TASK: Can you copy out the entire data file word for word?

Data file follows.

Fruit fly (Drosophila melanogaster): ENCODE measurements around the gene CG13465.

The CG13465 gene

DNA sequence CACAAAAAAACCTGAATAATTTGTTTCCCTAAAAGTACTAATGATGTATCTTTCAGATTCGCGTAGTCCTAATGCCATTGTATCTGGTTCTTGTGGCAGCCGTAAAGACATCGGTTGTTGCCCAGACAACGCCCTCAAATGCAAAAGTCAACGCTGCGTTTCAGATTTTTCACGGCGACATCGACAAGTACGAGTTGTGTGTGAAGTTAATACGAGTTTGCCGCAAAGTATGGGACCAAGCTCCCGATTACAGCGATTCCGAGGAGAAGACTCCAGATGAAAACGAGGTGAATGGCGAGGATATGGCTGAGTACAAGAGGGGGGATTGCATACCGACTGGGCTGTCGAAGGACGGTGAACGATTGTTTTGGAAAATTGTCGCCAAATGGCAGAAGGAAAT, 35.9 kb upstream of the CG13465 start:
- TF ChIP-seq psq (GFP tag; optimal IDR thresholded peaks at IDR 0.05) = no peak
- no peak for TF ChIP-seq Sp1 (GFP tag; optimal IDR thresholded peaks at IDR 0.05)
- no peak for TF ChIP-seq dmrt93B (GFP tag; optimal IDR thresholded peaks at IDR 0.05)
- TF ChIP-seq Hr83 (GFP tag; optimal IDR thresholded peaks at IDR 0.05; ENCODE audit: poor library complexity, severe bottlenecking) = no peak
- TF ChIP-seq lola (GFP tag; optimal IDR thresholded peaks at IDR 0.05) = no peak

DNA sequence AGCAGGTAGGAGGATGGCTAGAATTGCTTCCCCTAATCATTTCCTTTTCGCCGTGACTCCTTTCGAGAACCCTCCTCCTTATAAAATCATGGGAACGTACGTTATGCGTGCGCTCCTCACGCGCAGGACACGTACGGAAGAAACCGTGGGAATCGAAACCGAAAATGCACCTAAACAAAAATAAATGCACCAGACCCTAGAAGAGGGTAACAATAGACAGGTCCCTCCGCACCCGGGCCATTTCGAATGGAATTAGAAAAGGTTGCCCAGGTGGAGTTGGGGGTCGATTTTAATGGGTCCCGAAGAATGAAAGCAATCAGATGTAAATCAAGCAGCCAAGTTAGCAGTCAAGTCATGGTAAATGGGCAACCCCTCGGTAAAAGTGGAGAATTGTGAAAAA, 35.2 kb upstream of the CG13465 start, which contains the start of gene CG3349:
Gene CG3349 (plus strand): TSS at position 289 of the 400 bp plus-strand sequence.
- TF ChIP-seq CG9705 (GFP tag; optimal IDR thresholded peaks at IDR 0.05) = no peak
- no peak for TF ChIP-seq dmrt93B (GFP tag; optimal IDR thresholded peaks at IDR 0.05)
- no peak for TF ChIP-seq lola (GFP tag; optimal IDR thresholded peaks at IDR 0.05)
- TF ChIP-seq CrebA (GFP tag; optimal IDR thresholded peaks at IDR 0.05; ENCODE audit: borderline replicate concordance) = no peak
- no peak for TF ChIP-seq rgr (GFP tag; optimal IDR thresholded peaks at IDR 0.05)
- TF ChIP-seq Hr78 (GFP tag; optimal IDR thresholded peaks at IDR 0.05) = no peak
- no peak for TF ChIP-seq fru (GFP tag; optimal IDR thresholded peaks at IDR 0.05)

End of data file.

Fruit fly (Drosophila melanogaster): ENCODE measurements around the gene CG13465.

The CG13465 gene

DNA sequence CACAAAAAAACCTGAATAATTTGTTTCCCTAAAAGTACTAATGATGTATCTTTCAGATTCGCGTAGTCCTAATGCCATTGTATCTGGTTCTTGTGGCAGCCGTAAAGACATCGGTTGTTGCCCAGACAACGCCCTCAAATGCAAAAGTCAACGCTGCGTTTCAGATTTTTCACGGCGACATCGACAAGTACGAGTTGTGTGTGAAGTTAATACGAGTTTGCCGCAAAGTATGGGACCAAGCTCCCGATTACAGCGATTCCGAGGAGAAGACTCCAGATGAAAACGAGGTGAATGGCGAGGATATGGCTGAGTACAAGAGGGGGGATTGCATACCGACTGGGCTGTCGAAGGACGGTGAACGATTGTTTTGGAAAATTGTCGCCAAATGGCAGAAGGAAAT, 35.9 kb upstream of the CG13465 start:
- TF ChIP-seq psq (GFP tag; optimal IDR thresholded peaks at IDR 0.05) = no peak
- no peak for TF ChIP-seq Sp1 (GFP tag; optimal IDR thresholded peaks at IDR 0.05)
- no peak for TF ChIP-seq dmrt93B (GFP tag; optimal IDR thresholded peaks at IDR 0.05)
- TF ChIP-seq Hr83 (GFP tag; optimal IDR thresholded peaks at IDR 0.05; ENCODE audit: poor library complexity, severe bottlenecking) = no peak
- TF ChIP-seq lola (GFP tag; optimal IDR thresholded peaks at IDR 0.05) = no peak

DNA sequence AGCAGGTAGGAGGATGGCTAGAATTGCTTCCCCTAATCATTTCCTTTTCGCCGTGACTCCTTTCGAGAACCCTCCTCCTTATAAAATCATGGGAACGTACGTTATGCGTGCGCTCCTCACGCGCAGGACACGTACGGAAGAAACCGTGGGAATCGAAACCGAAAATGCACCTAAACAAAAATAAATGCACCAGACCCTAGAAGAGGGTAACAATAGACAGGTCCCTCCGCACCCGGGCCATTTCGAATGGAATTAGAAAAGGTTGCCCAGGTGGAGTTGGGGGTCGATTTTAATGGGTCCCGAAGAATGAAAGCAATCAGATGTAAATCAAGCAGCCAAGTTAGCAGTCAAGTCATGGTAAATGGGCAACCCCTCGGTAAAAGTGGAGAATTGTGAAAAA, 35.2 kb upstream of the CG13465 start, which contains the start of gene CG3349:
Gene CG3349 (plus strand): TSS at position 289 of the 400 bp plus-strand sequence.
- TF ChIP-seq CG9705 (GFP tag; optimal IDR thresholded peaks at IDR 0.05) = no peak
- no peak for TF ChIP-seq dmrt93B (GFP tag; optimal IDR thresholded peaks at IDR 0.05)
- no peak for TF ChIP-seq lola (GFP tag; optimal IDR thresholded peaks at IDR 0.05)
- TF ChIP-seq CrebA (GFP tag; optimal IDR thresholded peaks at IDR 0.05; ENCODE audit: borderline replicate concordance) = no peak
- no peak for TF ChIP-seq rgr (GFP tag; optimal IDR thresholded peaks at IDR 0.05)
- TF ChIP-seq Hr78 (GFP tag; optimal IDR thresholded peaks at IDR 0.05) = no peak
- no peak for TF ChIP-seq fru (GFP tag; optimal IDR thresholded peaks at IDR 0.05)